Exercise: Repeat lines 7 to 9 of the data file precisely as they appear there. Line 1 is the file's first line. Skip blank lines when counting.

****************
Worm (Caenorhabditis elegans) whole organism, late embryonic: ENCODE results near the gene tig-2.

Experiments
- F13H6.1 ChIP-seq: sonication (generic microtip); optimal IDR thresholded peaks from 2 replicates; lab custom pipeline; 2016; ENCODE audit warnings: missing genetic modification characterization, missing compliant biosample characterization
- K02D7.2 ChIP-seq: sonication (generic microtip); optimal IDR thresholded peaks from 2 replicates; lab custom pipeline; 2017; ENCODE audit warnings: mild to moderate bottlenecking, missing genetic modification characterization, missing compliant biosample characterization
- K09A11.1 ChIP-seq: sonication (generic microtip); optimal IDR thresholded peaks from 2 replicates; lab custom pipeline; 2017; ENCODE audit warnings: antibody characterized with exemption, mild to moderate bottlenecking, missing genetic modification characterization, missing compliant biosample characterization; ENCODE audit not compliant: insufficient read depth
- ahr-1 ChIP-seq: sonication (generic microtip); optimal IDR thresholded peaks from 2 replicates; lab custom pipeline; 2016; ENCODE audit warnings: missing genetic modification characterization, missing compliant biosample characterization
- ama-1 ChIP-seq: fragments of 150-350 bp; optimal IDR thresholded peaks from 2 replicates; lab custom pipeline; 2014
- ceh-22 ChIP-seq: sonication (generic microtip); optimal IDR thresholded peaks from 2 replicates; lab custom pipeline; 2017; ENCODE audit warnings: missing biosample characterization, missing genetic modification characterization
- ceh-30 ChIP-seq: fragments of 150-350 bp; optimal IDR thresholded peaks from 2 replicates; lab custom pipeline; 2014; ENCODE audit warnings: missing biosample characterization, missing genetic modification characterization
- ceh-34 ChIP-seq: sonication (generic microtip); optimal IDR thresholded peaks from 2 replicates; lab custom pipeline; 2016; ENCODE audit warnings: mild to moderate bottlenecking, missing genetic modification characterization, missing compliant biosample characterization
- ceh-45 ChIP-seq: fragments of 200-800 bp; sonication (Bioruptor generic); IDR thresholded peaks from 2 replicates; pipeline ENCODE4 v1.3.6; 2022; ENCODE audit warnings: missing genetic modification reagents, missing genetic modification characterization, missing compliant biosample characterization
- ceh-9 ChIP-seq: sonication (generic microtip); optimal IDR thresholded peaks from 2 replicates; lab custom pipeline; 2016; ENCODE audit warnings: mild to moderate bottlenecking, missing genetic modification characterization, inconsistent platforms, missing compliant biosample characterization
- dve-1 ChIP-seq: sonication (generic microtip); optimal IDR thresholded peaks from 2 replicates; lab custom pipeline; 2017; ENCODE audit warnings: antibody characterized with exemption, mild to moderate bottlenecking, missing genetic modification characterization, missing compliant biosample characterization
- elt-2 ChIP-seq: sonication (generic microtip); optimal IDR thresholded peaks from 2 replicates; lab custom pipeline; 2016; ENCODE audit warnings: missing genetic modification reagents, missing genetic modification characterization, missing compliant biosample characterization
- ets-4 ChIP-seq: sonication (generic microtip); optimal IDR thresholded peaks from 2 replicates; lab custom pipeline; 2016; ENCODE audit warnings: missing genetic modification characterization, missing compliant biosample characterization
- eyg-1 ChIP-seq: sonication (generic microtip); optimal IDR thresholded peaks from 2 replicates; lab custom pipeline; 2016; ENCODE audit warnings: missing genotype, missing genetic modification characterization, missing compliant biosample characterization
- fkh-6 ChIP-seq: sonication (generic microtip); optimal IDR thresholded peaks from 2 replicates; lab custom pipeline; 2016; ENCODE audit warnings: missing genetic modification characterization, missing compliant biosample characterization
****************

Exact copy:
- ama-1 ChIP-seq: fragments of 150-350 bp; optimal IDR thresholded peaks from 2 replicates; lab custom pipeline; 2014
- ceh-22 ChIP-seq: sonication (generic microtip); optimal IDR thresholded peaks from 2 replicates; lab custom pipeline; 2017; ENCODE audit warnings: missing biosample characterization, missing genetic modification characterization
- ceh-30 ChIP-seq: fragments of 150-350 bp; optimal IDR thresholded peaks from 2 replicates; lab custom pipeline; 2014; ENCODE audit warnings: missing biosample characterization, missing genetic modification characterization